Hide Articles List

12 articles on this Page

OUR LONDON LETTER.

News
Cite
Share

OUR LONDON LETTER. it is understood that we do not nettssarily identify ourselves with our correspondent's opinions. The political campaign in London is being conducted with remarkable energy. Every seat is being contested. Even the City, which has not passed through the ordeal of a fight for some years, is in the throes of a contest for the two seats. The sole topic of conversation among business men in the luncheon hour is the respective merits and chances of the four candi- dates. Sir Edward Clarke has great political experience to recommend him to such a con- stituency, while Sir West Ridgeway and Mr. Felix Schuster are said to be making great headway, their adherence to the present fiscal system being acceptable to large numbers of City men. One of the correspondents at Christiania asserts as a fact that when King Haakon and Queen Maud arrived at the old royal palace, soon after assuming their sovereignty, they found things in a somewhat neglected condition. Queen Maud was so busy the first few days, trying to discover enough china and linen to go round," that she hadn't time to be homesick. There were not enough chairs in the private dining-room, and even in such a cold place as the Norwegian capital, no hot-water bottles could be procured. In this dilemma, Queen Maud telegraphed to her mother at Sandringham to seed a dozen by the first post! It is stated that the coronation will take place in May. The statement that the Prince and Princess of Wales will visit theuaited States on their way home from India has given much gratification in America. It is believed that such an event would go a long way to cement the close bonds of friendship which already exist between the two nations. Lady Curzon is believed to be the originator of the idea. Her ladyship is one of the great American heiresses, and is in a posi- tion to gauge the feeling of our cousins on the subject better than most people living in Great Britain. Of course, if the Prince and Princess of Wales are too fatigued after the Indian tour the project would have to be abandoned. The mansions now being built in London on the site of Gloucester House, the town residence of the late Duke of Cambridge, will eclipse in magnificence and comfort the palatial flats which are so popular with the wealthy classes. The buildings, which consist of six flats, will be six storeys high and the drawing-rooms will face the Green-park, while Park-lane is to be a side attraction." In each flat there will be eleven bed and dining-rooms, and the domestics will enjoy the luxury—rare in a flat-of a large servants' hall. The drawing-rooms will be forty feet long, opening into boudoirs twenty-four feet long. The rooms, which will include a billiard-room, are to be of stately proportions. The first floors will let at just under ze4000 per annum and the top floors about L1500 per annum- It is 1relieved that the King will undertake another Continental tour this year, commenc- ing with a visit to Berlin in the spring on the occasion of the Kaiser's silver wedding. This is great news for those who desire improved relations between Great Britain and Germany without impairing the entente cordiale with France. Happily there are abundant signs of a rapproachement between King Edward and the German Emperor. One authority states that the two monarchs are in constant corre- spondence, and that the Emperor William is manifesting a strong desire for reconciliation with Great Britain. The question of reconcilia- tion will largely depend on the result of the Morocco Conference. The number of voters on the register whict has just come into force amounts to the unpre- cedented total of 7,266,708. Of these the vast majority belong to England and Wales, which together represent 5,824,884. Scotland has 750,401, and Ireland 691,423. It is safe tc predict that at least a million of this total will not be able to record their votes at the ensuing election, owing to death, removal, physical incapacity, enforced absence from home, and other causes, not excluding intentional absten- tion. Whether or not Lord Elgin's telegram sum- marily stopping the further importation of Chinese coolies into South Africa is legal, there is no doubt that the raising of the point has aroused the keenest interest among the lawyers. But of course nobody will accept finally the opinion of any unofficial jurist how- ever eminent he may be. Ifhe point is to be thrashed out it will have to be at the hands of the law officers of the Crown, and that will depend upon whether the Prime Minister and his colleagues deem it necessary to investigate the legal aspect of their recent decision. The disturbances which took place at recent meetings of the Unionist leaders at Derby and Manchester have met with strong condemna- tion in London on the part of both sides. The Liberal officials at headquarters dissociate the party entirely from any responsibility for these proceedings, which do not help us to a solution of our present political difficulties. The Liberal newspapers of all shades have condemned the rowdyism which disgraced Mr. Chamberlain's and Mr. Balfour's meetings at the places mentioned, and it is to be hoped there will be no repetition of such scenes anywhere. Sir George Gibb's appointment as managing- director of the Metropolitan District Railway has been heartily welcomed in London. Those who know anything at all about him, know that he will infuse his own wonderful energy into the new sphere. He leaves the general-manager- ship of the North-Eastern Railway-one of our model systems-with a splendid record of success. The people of London would shower blessings on Sir George's head if he were in a position to transform the unspeakable railway systems which are supposed to cater for the public south of the Thames. Sir George Gibb s retirement from the North- Eastern Railway synchronises with the retire- ment of Sir Edward Grey from the chairman- ship of the same company. Thus the share- holders lose at one and the same time two very remarkable men. Sir Edward Grey feels that he cannot, with the burden of foreign affairs on his shoulders, continue to direct the business of a great railway company. He will, however, remain on the board of directors, so that the company will still have the benefit of his wise jijdgmeiit and administrative ability. People are looking forward with much interest to the appearance, on the 15th instant, of the "Tribune," the new Liberal morning paper in London. Speculation turns upon the precise niohe which the paper intends to occupy in the fabric of Liberal journalism, and whether it will supersede or supplement the very able journals which at present advocate the cause of the Government. Whatever happens, the fact is clear that Liberalism is expanding its influence in the London Press. The attitude of "Punch" is an indication of this fact. The" TiDIes," "Daily Telegraph," "Standard," "Morning Post," "Daily Mil," Express," Daily Graphic," and Morning Advertiser" still uphold the banner of Unionism, while Liberalism is defended by the Daily News," "Daily Chronicle," and the Morning Leader," to be reinforced shortly by the Tribune," which will be the only penny London Liberal morning paper. 0: B, I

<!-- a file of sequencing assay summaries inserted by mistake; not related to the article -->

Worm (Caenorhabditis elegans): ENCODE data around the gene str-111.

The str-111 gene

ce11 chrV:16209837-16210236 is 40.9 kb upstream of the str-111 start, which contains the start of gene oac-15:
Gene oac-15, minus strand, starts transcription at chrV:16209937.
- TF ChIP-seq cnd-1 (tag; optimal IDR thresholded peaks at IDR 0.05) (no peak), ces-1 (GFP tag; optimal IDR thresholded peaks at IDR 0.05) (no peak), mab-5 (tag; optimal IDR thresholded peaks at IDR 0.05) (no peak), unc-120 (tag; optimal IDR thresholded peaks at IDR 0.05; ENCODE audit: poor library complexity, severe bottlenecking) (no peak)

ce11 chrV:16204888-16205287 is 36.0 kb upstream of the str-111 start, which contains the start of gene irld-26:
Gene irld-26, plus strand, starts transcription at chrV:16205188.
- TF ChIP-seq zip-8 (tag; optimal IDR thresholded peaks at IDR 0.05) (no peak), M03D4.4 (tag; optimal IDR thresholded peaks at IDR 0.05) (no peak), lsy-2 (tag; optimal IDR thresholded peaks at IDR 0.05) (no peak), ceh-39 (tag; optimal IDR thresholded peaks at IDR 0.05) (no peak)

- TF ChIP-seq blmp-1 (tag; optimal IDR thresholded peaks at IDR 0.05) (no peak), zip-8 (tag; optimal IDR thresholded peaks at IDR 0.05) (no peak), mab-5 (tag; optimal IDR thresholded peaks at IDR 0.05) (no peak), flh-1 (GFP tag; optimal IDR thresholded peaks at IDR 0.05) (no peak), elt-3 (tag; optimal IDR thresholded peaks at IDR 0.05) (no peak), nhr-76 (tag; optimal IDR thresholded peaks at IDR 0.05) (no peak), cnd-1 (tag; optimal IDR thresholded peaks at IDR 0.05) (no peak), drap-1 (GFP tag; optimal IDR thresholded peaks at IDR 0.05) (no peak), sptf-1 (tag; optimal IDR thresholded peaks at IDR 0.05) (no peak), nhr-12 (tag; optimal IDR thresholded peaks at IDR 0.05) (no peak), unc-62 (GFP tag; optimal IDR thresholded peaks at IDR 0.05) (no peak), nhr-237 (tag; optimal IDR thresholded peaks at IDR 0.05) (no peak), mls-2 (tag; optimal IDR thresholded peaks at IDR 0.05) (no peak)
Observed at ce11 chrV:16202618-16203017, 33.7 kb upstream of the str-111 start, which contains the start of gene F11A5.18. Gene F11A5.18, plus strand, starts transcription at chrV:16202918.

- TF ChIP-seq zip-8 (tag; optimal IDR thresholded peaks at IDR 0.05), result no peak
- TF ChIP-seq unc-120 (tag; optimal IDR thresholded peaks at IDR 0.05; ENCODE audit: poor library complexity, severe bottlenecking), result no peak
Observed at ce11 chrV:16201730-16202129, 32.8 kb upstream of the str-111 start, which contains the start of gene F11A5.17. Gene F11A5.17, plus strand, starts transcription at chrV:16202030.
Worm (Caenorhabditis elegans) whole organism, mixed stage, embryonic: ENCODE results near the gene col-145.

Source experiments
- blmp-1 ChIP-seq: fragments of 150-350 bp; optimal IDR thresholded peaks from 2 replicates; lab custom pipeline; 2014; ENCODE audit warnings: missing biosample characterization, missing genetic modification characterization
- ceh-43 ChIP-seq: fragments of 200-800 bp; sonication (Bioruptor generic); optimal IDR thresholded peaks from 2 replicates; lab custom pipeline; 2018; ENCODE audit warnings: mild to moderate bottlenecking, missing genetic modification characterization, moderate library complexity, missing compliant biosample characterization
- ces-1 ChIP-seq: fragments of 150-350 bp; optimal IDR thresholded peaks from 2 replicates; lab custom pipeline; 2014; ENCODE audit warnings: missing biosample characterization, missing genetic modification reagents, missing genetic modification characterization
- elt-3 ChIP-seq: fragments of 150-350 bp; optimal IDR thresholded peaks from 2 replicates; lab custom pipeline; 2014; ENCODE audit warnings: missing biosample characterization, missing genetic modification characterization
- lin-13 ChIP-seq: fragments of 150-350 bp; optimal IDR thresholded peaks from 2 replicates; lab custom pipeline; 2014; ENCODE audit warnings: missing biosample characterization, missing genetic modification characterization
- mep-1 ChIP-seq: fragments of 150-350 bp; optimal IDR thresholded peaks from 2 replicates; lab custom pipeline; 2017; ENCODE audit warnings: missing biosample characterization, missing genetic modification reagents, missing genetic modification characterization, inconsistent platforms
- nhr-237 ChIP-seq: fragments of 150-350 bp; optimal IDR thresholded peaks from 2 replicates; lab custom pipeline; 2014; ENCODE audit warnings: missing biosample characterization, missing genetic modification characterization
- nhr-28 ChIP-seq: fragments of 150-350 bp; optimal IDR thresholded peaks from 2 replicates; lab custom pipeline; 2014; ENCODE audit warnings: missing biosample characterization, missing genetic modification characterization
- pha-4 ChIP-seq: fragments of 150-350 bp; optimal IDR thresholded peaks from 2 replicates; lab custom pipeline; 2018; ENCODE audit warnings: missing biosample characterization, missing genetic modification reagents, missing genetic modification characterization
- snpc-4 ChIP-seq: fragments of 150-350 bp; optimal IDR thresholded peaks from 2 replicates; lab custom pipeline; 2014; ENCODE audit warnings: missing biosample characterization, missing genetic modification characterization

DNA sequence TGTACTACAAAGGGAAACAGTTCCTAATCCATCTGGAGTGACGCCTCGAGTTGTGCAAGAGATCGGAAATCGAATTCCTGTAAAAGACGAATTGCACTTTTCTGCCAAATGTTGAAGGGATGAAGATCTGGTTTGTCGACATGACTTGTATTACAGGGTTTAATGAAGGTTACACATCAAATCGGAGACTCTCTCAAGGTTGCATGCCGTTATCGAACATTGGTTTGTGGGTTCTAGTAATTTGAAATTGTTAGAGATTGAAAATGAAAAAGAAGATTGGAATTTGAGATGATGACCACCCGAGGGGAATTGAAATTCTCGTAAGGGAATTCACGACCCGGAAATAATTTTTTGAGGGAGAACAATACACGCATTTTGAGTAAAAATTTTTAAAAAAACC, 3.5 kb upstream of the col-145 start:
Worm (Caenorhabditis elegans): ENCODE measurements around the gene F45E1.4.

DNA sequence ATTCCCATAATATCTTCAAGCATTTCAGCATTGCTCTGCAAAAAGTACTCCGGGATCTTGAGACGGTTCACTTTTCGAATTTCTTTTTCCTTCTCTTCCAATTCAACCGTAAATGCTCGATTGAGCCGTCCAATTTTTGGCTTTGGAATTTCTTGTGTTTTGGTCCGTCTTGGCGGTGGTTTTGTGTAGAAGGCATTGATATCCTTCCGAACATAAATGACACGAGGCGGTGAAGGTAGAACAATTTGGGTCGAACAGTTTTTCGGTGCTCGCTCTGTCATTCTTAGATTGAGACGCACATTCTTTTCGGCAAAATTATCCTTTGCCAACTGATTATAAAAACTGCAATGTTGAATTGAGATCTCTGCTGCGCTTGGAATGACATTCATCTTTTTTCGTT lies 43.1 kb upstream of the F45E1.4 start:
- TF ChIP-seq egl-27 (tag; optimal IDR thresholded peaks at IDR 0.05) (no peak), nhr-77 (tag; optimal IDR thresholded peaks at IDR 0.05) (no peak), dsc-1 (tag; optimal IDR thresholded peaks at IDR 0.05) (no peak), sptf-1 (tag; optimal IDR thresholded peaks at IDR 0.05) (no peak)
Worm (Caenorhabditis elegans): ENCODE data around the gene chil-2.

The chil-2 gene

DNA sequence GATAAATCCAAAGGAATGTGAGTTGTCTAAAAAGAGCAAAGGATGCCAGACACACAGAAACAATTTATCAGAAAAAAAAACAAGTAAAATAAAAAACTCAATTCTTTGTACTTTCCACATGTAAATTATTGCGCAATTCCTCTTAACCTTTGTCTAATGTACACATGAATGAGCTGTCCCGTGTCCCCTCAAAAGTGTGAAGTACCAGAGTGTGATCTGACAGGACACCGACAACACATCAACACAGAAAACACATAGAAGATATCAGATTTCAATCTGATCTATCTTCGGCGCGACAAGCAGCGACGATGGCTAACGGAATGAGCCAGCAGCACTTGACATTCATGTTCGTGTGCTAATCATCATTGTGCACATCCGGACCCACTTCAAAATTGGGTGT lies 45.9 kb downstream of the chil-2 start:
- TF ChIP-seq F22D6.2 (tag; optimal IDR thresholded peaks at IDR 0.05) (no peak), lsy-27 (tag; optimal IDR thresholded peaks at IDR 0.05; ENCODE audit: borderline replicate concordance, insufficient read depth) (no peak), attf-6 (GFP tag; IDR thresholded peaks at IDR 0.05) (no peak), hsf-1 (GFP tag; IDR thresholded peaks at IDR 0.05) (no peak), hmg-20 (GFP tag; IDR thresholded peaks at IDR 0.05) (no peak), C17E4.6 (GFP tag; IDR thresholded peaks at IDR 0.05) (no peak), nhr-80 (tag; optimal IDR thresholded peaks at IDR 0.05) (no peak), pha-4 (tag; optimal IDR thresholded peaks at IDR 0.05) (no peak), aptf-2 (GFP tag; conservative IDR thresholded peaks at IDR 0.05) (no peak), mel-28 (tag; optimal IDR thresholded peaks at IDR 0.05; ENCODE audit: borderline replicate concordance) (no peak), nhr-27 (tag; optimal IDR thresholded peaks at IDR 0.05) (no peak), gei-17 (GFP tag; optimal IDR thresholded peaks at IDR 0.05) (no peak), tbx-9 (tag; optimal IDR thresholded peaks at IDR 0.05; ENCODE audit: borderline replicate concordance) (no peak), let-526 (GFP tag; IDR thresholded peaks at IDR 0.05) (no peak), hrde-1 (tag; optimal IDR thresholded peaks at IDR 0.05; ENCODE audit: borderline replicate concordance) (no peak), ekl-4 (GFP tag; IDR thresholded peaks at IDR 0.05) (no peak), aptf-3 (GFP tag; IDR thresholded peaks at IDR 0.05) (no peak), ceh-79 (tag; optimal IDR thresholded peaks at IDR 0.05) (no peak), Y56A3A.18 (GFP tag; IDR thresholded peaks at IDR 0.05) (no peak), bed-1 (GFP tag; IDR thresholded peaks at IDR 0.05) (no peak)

I ILLUSTRATED FUN.

[No title]

BATTLE IN A THEATRE. I

BATTLESHIPS IN COLLISION,…

NEW RAILWAY DIRECTOR.J

I SUICIDE ON A LINER.

( MONTE CARLO PLUNGER.

t VETERAN NONCONFORMIST.

[No title]

LITERARY CHAT.

[No title]